• 28. Image © cstrom | flickr Cramming too much information at once forces you to commit it to your short-term memory instead of your long-term memory, from which it could be pulled much later on down the road… like when you actually need it.
  • 29. You may be able to regurgitate the words for 50 fruits and veggies on a quiz the next morning, but that information will disappear shortly thereafter. When you actually need to buy bananas at the market someday, you may find yourself at a loss. Image © keepon | flickr
  • 30. Language learning is not a race. Take it slow and learn (and review!) only one new grammar rule or a dozen vocab words at a time. Image © IvanWalsh.com | flickr
  • 31. FOCUS
  • 32. Even if you’re a great multi tasker, language learning requires extreme focus. Image © Jeffrey Beall | flickr
  • 33. No matter how much sleep you get or how creative your visualization techniques are, you’ll never remember what you’re learning if you don’t pay attention to it in the first place.
  • 34. Avoid studying in distracting environments. Turn off the TV, put in ear plugs, shut the door to your office, turn off your phone, close the blinds, and just focus. Image © Emilian Robert Vicol | flickr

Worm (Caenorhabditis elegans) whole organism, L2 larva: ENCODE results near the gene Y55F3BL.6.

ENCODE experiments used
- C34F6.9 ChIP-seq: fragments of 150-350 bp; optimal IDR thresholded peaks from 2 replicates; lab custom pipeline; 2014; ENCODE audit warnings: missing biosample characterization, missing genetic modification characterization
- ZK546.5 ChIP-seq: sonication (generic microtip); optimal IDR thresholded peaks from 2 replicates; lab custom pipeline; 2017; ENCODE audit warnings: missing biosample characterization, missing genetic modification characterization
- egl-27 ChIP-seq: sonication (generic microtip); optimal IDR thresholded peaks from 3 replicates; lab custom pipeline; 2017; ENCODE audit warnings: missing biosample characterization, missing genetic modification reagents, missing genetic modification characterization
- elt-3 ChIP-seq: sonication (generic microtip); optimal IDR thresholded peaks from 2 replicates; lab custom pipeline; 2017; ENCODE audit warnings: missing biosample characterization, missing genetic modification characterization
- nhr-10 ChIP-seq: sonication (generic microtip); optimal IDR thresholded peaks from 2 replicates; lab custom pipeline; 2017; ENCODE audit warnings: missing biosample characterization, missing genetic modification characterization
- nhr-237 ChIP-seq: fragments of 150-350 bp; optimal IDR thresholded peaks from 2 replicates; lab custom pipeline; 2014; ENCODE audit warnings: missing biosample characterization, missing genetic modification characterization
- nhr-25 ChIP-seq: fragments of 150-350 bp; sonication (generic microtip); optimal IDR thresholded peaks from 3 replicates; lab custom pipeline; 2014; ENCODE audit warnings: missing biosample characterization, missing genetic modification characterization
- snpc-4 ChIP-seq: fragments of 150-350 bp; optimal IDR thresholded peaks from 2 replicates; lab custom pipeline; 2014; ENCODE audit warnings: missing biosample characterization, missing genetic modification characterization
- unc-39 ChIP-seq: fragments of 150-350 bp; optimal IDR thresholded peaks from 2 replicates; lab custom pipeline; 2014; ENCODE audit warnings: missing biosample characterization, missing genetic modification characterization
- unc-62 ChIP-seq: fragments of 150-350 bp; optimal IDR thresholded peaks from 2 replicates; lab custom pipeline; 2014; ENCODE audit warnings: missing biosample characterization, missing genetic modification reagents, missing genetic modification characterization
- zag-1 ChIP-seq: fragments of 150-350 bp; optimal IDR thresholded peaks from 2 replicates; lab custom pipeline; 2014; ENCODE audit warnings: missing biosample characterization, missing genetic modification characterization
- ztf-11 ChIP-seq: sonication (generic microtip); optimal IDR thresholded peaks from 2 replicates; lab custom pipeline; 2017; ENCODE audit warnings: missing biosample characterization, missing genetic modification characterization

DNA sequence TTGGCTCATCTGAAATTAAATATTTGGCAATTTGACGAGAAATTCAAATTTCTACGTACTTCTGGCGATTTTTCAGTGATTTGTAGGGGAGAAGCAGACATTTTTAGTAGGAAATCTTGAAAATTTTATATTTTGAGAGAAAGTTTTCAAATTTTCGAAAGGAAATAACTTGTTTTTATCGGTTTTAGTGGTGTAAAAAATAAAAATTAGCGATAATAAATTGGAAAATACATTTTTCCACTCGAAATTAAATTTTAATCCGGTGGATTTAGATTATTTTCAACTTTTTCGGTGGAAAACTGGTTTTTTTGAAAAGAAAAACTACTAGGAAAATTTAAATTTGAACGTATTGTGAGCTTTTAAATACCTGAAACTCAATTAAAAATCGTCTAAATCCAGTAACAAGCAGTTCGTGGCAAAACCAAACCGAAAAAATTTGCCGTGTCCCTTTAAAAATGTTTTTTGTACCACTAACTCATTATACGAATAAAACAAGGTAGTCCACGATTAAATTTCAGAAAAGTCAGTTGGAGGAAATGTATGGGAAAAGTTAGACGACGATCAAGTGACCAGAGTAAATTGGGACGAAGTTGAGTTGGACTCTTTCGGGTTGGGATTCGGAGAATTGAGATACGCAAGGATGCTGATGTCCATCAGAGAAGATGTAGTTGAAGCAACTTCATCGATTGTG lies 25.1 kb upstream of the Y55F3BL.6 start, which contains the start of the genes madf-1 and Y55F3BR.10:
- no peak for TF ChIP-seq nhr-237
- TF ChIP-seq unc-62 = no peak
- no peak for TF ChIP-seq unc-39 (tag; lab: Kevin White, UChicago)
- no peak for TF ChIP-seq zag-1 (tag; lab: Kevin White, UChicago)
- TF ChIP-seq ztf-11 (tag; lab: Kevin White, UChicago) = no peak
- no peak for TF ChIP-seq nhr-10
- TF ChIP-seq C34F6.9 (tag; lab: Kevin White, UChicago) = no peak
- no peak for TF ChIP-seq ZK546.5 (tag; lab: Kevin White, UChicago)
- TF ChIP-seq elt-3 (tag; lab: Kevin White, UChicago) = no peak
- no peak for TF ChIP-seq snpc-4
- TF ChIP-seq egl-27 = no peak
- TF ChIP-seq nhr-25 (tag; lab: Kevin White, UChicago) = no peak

• 35. RELATE NEW TO OLD
  • 36. When learning a new word or grammar rule, think about how it relates to parts of the language you already know. Image © katerha | flickr
  • 37. By establishing a connection between newly learned information and existing memories, you can increase your chances of remembering it. Image © Bruce Guenter | flickr
  • 38. Relate new target language terms to terms in your native language. For example, the French expression “quand on parle du loup” (speak of the wolf) is used the same way as the English expressions “speak of the devil.” There’s an easy connection to establish this new expression in your memory. Image © Serge Melki | flickr
  • 39. Or, relate new target language terms to target language terms you know well. For example, the Spanish word for “scarecrow” is espantapájaros, which is much easier to remember when you relate it to the more common Spanish words “espantar” (to scare) and “pájaros” (birds). Image © Peter Pearson | flickr